Waiting time was highly related and the most significant predictor of cardiac patients’ post-surgery mortality. However, some papers stated that the surgery outcome was not related to the waiting time [78]. Another study stated that Prolonged waiting was not associated with worse surgical outcomes [79]. Those studies contradicted the study just due to the study area with a lower waiting time unlike to developing country Ethiopia. In Ethiopia, the number of cardiac centers was too few as compared to the case. As of only two fully active cardiac centers for more than 120 million population. Another difference might be the coverage of cardiac disease type.


In conclusion, lower saturated oxygen, prolonged waiting time, aged, lower ejection fraction, short period cardiac center duration after surgery, and lower creatine values were responsible for time-to-death outcomes. Special attention is required for surgery patients under follow-up with those parameters. There are only two fully active cardiac centers in Ethiopia for more than 120 million people, at the end, the study highly and urgently recommended to increase the number of cardiac centers in Ethiopia. The study recommends that clinicians, the Ministry of Health, policymakers, and the general public raise awareness and develop policies for cardiac heart disease patients to facilitate better management and save lives.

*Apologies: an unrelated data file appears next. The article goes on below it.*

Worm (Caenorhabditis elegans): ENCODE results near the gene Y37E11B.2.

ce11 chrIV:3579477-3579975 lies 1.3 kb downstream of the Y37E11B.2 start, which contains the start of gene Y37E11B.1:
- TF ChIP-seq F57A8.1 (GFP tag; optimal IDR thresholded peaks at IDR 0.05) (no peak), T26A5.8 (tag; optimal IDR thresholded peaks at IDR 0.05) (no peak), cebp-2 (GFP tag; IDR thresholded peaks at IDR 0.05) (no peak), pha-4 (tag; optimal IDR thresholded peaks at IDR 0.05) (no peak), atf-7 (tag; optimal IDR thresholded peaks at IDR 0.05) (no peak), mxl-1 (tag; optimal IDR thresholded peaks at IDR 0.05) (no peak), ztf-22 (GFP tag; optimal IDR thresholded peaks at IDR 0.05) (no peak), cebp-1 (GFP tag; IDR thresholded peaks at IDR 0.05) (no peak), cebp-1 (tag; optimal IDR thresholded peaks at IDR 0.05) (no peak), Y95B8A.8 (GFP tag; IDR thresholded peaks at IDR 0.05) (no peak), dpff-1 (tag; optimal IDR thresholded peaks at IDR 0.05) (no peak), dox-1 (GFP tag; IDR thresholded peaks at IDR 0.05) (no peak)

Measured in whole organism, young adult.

Data availability

The data used in the current study is available under the corresponding author and can be attached on request.



New York Health Association


Oxygen Saturated


International Normalised Ratio




low and middle-income countries


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The authors must forward their acknowledgment to all the health staff at the two Cardiac centers. Data collectors shall also owe our heartfelt thanks for their cooperation in the success of this research work.


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Melaku Tadege, Awoke Seyoum Tegegne and Zelalem G. Dessie, all authors made a significant equal contribution to the work reported, whether that is in the conception, study design, execution, acquisition of data, analysis and interpretation, or in all these areas; took part in drafting, revising, or critically reviewing the article; gave final approval of the version to be published; have agreed on the journal to which the article has been submitted; and agree to be accountable for all aspects of the work.

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Correspondence to Melaku Tadege.

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Tadege, M., Tegegne, A.S. & Dessie, Z.G. Post-surgery survival and associated factors for cardiac patients in Ethiopia: applications of machine learning, semi-parametric and parametric modelling. BMC Med Inform Decis Mak 24, 91 (2024).